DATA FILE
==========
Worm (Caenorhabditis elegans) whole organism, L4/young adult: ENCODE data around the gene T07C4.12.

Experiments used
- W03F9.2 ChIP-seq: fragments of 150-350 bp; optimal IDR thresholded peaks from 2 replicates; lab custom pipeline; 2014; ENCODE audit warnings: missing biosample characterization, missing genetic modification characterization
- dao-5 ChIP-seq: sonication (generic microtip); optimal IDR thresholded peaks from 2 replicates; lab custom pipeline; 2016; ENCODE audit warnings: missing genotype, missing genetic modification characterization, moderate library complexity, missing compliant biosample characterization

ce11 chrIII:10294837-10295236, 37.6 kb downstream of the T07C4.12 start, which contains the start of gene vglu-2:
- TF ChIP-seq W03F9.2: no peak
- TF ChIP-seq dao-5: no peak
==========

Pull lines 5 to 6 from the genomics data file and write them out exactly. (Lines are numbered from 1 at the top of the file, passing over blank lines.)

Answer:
ce11 chrIII:10294837-10295236, 37.6 kb downstream of the T07C4.12 start, which contains the start of gene vglu-2:
- TF ChIP-seq W03F9.2: no peak